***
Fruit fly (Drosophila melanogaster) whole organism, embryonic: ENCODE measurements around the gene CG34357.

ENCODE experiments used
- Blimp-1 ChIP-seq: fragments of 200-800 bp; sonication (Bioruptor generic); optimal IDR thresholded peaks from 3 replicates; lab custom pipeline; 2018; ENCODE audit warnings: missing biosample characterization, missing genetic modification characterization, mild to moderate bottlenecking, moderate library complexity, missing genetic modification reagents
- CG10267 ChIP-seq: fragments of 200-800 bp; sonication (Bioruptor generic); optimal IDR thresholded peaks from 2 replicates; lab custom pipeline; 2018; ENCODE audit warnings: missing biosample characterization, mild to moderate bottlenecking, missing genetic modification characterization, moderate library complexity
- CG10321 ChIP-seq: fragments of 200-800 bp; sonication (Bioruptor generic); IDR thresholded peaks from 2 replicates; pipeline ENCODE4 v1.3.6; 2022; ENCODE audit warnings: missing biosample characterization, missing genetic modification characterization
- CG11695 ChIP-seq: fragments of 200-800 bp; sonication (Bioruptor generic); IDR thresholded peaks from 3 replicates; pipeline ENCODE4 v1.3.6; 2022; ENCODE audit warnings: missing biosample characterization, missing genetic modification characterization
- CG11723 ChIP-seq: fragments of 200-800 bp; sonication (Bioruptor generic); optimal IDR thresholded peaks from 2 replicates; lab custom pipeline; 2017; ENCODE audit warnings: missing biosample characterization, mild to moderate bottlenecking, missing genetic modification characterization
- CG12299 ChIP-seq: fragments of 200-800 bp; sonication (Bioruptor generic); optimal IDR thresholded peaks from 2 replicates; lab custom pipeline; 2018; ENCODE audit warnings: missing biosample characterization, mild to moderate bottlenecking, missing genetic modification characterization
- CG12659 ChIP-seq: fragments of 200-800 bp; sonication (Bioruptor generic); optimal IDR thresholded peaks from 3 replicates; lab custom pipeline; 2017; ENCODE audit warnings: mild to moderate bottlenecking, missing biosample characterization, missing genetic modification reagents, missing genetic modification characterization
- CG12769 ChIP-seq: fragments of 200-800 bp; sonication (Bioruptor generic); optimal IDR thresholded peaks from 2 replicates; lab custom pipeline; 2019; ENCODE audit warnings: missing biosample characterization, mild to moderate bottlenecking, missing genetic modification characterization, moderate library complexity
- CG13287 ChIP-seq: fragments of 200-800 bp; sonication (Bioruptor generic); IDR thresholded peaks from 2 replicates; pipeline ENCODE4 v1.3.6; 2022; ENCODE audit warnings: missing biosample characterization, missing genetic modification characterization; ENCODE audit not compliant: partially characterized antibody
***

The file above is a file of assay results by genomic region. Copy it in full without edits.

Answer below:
Fruit fly (Drosophila melanogaster) whole organism, embryonic: ENCODE measurements around the gene CG34357.

ENCODE experiments used
- Blimp-1 ChIP-seq: fragments of 200-800 bp; sonication (Bioruptor generic); optimal IDR thresholded peaks from 3 replicates; lab custom pipeline; 2018; ENCODE audit warnings: missing biosample characterization, missing genetic modification characterization, mild to moderate bottlenecking, moderate library complexity, missing genetic modification reagents
- CG10267 ChIP-seq: fragments of 200-800 bp; sonication (Bioruptor generic); optimal IDR thresholded peaks from 2 replicates; lab custom pipeline; 2018; ENCODE audit warnings: missing biosample characterization, mild to moderate bottlenecking, missing genetic modification characterization, moderate library complexity
- CG10321 ChIP-seq: fragments of 200-800 bp; sonication (Bioruptor generic); IDR thresholded peaks from 2 replicates; pipeline ENCODE4 v1.3.6; 2022; ENCODE audit warnings: missing biosample characterization, missing genetic modification characterization
- CG11695 ChIP-seq: fragments of 200-800 bp; sonication (Bioruptor generic); IDR thresholded peaks from 3 replicates; pipeline ENCODE4 v1.3.6; 2022; ENCODE audit warnings: missing biosample characterization, missing genetic modification characterization
- CG11723 ChIP-seq: fragments of 200-800 bp; sonication (Bioruptor generic); optimal IDR thresholded peaks from 2 replicates; lab custom pipeline; 2017; ENCODE audit warnings: missing biosample characterization, mild to moderate bottlenecking, missing genetic modification characterization
- CG12299 ChIP-seq: fragments of 200-800 bp; sonication (Bioruptor generic); optimal IDR thresholded peaks from 2 replicates; lab custom pipeline; 2018; ENCODE audit warnings: missing biosample characterization, mild to moderate bottlenecking, missing genetic modification characterization
- CG12659 ChIP-seq: fragments of 200-800 bp; sonication (Bioruptor generic); optimal IDR thresholded peaks from 3 replicates; lab custom pipeline; 2017; ENCODE audit warnings: mild to moderate bottlenecking, missing biosample characterization, missing genetic modification reagents, missing genetic modification characterization
- CG12769 ChIP-seq: fragments of 200-800 bp; sonication (Bioruptor generic); optimal IDR thresholded peaks from 2 replicates; lab custom pipeline; 2019; ENCODE audit warnings: missing biosample characterization, mild to moderate bottlenecking, missing genetic modification characterization, moderate library complexity
- CG13287 ChIP-seq: fragments of 200-800 bp; sonication (Bioruptor generic); IDR thresholded peaks from 2 replicates; pipeline ENCODE4 v1.3.6; 2022; ENCODE audit warnings: missing biosample characterization, missing genetic modification characterization; ENCODE audit not compliant: partially characterized antibody